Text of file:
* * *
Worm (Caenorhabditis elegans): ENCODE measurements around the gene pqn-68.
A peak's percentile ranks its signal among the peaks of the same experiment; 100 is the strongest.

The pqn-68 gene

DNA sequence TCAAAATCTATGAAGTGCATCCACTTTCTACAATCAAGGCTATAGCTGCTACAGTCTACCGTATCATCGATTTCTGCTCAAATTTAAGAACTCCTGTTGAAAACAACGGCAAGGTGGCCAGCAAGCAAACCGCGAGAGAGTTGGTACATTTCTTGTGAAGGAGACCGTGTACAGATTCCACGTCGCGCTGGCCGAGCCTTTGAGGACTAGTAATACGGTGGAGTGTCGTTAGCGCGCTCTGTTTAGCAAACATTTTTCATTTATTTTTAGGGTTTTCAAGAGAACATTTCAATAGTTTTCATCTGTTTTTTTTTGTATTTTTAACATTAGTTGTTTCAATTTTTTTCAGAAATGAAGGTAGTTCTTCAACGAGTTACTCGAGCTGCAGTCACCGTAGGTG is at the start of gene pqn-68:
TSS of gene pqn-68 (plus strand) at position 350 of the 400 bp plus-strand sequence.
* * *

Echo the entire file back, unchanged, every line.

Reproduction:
Worm (Caenorhabditis elegans): ENCODE measurements around the gene pqn-68.
A peak's percentile ranks its signal among the peaks of the same experiment; 100 is the strongest.

The pqn-68 gene

DNA sequence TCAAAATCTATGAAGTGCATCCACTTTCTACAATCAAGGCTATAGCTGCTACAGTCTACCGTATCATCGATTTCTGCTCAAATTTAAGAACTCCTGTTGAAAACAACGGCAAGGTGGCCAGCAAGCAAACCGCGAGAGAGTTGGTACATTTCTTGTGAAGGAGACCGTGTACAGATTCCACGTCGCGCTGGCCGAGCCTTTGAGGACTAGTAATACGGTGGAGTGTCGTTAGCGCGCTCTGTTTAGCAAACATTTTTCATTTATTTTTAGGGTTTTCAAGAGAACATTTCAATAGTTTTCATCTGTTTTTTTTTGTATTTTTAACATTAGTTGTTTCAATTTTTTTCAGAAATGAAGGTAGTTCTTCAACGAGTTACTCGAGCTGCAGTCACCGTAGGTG is at the start of gene pqn-68:
TSS of gene pqn-68 (plus strand) at position 350 of the 400 bp plus-strand sequence.